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Goldstein: Ive also noticed that people have expectations for [what belongs at Film Forum]. Thats fine, but I dont want to be so inflexible. Twenty years ago, I wouldnt have shown a film from 1980, but now I would.
LESS IS MORE
Jed Rapfogel, film programmer, Anthology Film Archives: We pride ourselves on never showing things specifically to draw a large audience. Well put something on the calendar and expect nobody to show up, and more often than not, itll surprise us. Thats our market identity, I guess. People respond to it.
Thomas Beard, founder and director, Light Industry: Growth can be a presupposed ideal for a not-for-profit organization. Its something we actively question. Something that people like about Light Industry is that it maintains a human scale. I wouldnt want it to be larger than what we along with interns can accomplish.
Ed Halter, founder and director, Light Industry: Just like an experimental filmmaker might not say, I have to go up to the next level and make a feature with a crew. We realized thats the aesthetic were going for. Rarefied is what we want. Our purpose is not to serve a large audience in that way, the way that most cinemas do. We do one show a weekthats it.
Steve Holmgren, programmer, UnionDocs: We can seat 45 people, and it never seems like more than a living room.
Aaron Hillis, programmer, reRun Gastropub Theater and Voice contributor: There are great films out on the festival circuit that arent being released, maybe films without a movie star or an easy hook. 60 seats gives me the freedom to take that risk. Its easier to fill a one-screen intimate little theater tucked inside a bar than it is to try to pack Film Forum. Its a little unorthodox here. Its a movie theater, and its not a movie theater.
Lampert: I also think theres something to be said for not showing great movieswhere great isnt the key determining factor. We have programs where different film collectors come and show medical films. Its not even avant-garde. Just another territory.
Rapfogel: A lot of places have achieved this thing where people go to get some culture. God knows we want people to come here. But we want it to be about the work.
Cristina Cacioppo, film programmer, 92YTribeca: I want it to have a family feeling, because then its communal and these people come to support one another, and thats been a part of building the feeling of the place. For sing-alongs, Ill even ask the audience what they want to see. And Ill have people write titles. Its like, OK, if you want this, well try it.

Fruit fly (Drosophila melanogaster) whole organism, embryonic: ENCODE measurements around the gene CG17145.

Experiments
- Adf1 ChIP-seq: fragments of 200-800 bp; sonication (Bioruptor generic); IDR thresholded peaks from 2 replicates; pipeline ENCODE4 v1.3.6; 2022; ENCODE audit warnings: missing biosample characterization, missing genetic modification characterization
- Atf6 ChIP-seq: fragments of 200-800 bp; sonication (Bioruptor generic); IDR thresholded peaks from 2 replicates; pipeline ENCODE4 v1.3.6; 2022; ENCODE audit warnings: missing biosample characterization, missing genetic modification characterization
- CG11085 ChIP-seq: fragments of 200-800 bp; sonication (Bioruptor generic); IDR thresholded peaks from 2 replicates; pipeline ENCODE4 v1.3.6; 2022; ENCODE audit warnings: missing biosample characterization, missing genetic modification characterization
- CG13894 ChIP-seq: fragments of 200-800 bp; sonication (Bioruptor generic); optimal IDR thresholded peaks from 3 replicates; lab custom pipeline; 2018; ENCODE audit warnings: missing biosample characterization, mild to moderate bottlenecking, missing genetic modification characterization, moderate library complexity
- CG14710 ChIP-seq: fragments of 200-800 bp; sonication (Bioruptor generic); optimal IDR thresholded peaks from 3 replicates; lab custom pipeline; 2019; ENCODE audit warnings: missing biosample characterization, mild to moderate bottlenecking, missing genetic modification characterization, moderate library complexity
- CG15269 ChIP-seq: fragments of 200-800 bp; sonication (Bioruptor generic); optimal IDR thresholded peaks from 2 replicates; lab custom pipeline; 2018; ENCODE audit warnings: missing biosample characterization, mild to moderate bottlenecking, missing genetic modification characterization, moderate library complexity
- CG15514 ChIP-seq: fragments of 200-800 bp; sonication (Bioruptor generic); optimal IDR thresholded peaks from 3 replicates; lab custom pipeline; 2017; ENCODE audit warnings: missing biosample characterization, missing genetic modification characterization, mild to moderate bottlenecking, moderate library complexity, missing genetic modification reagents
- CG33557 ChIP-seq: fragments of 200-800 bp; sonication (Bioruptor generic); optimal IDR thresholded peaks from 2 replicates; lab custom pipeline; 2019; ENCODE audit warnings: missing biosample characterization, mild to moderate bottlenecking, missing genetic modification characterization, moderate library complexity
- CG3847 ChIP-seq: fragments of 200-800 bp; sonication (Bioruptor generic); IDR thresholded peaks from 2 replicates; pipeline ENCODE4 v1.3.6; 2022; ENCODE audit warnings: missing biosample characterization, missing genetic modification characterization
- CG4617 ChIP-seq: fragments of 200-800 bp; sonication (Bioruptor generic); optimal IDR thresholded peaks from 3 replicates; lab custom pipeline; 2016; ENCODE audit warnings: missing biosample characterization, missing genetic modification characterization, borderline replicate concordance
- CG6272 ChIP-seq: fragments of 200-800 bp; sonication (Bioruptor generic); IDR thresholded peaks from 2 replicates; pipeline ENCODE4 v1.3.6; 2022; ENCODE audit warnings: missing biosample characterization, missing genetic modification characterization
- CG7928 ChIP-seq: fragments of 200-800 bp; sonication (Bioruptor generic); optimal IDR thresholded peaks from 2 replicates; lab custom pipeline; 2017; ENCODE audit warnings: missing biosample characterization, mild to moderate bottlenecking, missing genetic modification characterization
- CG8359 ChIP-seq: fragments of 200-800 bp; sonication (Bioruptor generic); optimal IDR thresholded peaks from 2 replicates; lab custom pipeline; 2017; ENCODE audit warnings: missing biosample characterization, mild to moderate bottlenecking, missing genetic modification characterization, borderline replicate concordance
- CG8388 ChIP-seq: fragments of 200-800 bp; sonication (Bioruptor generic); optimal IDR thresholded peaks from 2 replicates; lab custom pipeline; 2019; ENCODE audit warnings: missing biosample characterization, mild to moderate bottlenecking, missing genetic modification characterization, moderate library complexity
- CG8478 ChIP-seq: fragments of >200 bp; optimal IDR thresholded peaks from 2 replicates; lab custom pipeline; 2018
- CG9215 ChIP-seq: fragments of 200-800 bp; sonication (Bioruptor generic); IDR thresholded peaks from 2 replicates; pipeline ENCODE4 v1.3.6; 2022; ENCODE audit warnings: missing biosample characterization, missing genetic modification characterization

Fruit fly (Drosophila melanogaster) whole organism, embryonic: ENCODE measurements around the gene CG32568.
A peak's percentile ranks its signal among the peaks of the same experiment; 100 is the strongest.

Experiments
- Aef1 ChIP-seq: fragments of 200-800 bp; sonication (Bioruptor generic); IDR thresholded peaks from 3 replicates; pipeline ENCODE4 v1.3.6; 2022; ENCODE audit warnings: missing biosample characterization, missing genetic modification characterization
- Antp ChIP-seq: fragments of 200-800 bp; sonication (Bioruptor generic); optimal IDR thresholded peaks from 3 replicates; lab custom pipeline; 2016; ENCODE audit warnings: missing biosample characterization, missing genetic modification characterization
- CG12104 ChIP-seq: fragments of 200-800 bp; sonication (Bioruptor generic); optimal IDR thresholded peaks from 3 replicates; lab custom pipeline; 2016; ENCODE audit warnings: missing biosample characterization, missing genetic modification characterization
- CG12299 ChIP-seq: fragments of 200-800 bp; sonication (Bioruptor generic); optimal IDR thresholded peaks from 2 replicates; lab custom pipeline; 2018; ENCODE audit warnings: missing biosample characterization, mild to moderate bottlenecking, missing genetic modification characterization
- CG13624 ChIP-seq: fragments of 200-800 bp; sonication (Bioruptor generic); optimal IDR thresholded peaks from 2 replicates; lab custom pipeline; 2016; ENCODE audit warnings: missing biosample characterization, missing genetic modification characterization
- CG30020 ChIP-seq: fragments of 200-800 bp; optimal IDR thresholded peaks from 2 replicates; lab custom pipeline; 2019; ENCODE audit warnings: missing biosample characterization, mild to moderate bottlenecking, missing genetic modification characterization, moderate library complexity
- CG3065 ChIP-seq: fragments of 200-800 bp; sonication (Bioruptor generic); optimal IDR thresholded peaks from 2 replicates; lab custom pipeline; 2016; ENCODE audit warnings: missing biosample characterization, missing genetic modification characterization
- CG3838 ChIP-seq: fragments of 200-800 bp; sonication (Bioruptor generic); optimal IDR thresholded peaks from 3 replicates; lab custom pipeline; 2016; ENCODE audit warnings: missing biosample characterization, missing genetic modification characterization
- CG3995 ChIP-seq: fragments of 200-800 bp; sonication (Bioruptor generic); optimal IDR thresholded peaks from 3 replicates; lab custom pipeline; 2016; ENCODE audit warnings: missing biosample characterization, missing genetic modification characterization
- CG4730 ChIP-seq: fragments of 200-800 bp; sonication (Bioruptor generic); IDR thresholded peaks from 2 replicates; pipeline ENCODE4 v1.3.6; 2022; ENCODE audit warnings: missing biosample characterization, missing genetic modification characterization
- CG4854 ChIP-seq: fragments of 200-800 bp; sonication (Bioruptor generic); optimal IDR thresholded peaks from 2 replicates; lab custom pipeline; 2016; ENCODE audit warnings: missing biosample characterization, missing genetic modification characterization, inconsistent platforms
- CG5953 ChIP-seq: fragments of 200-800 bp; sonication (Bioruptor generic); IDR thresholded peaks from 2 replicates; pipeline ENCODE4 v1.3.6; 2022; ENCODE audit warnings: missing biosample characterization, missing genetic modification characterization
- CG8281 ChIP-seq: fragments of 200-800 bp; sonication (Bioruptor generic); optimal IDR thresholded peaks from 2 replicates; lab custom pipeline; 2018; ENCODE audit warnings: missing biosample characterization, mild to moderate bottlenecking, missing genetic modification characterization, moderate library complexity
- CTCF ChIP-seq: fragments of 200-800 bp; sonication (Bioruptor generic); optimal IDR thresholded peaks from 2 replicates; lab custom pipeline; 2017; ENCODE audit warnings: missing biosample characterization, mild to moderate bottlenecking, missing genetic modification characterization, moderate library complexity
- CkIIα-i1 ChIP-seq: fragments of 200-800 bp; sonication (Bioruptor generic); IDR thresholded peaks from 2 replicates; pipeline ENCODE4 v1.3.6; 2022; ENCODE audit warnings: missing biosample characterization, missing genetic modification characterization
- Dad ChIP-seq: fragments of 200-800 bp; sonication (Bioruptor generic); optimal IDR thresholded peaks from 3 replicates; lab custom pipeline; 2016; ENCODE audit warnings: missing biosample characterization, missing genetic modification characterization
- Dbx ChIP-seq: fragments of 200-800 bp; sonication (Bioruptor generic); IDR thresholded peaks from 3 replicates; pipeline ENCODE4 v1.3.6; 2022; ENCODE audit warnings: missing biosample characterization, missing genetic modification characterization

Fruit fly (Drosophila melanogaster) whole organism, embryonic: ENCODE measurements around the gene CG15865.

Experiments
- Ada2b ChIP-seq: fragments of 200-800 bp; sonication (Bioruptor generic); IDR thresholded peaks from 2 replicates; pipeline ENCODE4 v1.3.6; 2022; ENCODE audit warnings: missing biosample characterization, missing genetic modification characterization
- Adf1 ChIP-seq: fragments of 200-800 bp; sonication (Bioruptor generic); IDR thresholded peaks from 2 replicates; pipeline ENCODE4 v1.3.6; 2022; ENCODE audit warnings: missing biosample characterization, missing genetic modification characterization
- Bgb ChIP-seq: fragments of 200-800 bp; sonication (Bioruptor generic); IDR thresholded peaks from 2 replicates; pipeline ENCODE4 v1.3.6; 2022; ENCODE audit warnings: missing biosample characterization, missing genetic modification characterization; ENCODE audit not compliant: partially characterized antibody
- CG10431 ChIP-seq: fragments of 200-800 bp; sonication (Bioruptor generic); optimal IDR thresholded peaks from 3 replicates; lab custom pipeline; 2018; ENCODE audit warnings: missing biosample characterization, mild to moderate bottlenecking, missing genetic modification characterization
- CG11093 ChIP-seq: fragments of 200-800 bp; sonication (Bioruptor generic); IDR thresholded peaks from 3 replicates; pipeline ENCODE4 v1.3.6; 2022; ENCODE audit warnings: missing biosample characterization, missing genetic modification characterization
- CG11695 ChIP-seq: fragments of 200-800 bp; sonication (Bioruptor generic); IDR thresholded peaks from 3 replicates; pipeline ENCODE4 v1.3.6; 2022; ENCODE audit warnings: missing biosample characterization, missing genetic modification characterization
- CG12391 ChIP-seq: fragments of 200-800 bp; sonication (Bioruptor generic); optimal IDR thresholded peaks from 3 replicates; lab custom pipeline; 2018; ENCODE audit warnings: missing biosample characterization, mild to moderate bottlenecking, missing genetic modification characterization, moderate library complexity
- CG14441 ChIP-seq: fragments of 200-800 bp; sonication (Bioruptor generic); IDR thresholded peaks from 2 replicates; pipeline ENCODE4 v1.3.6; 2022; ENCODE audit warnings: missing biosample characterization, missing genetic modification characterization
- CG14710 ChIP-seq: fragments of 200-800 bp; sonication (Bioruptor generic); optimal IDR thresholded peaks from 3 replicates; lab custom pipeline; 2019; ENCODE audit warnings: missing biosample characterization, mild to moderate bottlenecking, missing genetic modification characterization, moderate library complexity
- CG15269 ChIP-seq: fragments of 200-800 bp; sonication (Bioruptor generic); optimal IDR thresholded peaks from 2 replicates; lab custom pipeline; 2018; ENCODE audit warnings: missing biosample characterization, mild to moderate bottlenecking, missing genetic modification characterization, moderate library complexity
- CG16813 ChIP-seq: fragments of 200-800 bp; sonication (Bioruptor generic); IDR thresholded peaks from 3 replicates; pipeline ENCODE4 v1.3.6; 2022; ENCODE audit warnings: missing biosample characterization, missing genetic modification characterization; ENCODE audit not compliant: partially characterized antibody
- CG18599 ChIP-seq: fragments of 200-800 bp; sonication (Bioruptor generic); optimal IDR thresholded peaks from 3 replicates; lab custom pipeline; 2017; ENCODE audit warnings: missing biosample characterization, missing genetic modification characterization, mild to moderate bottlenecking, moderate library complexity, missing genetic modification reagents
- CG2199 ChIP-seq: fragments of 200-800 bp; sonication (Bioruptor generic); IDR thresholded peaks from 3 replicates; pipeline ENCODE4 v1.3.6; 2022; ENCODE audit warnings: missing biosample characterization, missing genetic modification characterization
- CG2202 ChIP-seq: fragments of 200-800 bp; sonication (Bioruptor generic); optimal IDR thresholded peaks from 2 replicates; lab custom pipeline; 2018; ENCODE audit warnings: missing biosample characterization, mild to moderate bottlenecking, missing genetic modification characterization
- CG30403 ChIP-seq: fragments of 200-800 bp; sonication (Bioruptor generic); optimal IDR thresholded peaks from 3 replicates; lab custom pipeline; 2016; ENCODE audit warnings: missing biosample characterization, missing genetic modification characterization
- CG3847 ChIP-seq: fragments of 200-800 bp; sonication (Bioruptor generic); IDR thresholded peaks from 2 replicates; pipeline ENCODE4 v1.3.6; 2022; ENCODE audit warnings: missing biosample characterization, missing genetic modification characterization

REELING THEM IN
David Schwartz, chief curator, Museum of the Moving Image: These days, a programmer has to put together an experience. You need to have great prints; the architecture of the room has to be great. It needs to be an immersive and social experience.
Scott Foundas, associate program director, Film Society of Lincoln Center: Now it seems that people are more inclined to go to the cinema if theres some kind of enhanced viewing experienceIMAX, 3-D, etc. In our small way, were trying to think of a way to show old movies that have an enhanced component.
Goldstein: I brought back [horror huckster] William Castle, The Tingler. Everyone took part in it. There were a couple of ushers that played victims. Its theater. We cant just show movies. Theres too much competition.
Foundas: Theres something to be said about the context in which you show films. Whether its having someone to talk about the film, or the filmmaker in personwhich is very hard to replicate on your iPad.
Harris Dew, director of programs and promotions, IFC Center: Not to get too [Walter] Benjamin, but its nice to make it not so chemically reproduced once in a while.
Livia Bloom, guest curator, Maysles Cinema: Its really nice to be able to use whats unique about each venue to its advantage. You could say that Maysles Cinema only has video projection, only has 50 seats, but thats an advantage for a lot of reasons. There are a lot of films that are only available digitally, and look better on that screen and in that setting.
Hillis: Oftentimes, bartenders serve as projectionists here. But at the same time, were state-of-the-art. And Ill go toe-to-toe and say that if I play a Blu-ray on my 12-foot screen, its going to look better than half the movie houses in New York, playing on a bigger screen. Even multiplexes show things digitallyyoure not losing the magic of cinema.
Halter: We dont show 35mm. But that puts us even stronger in the cinematheque tradition of video, 16mm, Super 8, and performance. Theres something about the intimacy of the space that serves that kind of work.
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